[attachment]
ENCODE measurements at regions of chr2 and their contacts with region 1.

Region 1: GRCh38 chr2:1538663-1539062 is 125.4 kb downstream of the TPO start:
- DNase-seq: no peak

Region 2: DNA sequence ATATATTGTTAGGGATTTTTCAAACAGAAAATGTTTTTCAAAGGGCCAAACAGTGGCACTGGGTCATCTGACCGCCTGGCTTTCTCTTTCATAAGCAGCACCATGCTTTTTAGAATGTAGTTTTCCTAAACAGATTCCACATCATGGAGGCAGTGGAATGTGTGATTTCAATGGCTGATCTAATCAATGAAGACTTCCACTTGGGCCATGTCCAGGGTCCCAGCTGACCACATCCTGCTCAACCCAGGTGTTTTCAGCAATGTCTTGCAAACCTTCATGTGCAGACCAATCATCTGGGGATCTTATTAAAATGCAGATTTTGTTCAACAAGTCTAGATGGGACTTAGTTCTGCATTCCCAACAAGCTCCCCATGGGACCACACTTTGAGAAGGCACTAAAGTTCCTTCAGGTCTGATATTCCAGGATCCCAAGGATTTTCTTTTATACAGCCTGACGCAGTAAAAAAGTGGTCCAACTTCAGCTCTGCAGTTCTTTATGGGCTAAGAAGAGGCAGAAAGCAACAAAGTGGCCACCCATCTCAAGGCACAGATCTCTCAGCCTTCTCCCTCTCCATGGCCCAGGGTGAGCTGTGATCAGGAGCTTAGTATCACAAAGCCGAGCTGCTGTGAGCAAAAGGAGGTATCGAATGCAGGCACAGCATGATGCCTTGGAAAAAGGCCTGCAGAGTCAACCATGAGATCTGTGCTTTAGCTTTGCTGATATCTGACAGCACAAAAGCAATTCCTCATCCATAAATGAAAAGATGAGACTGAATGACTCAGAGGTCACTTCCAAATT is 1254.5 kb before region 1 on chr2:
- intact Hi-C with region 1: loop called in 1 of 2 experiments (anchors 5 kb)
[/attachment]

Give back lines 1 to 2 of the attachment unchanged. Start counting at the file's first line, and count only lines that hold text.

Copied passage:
ENCODE measurements at regions of chr2 and their contacts with region 1.

Region 1: GRCh38 chr2:1538663-1539062 is 125.4 kb downstream of the TPO start: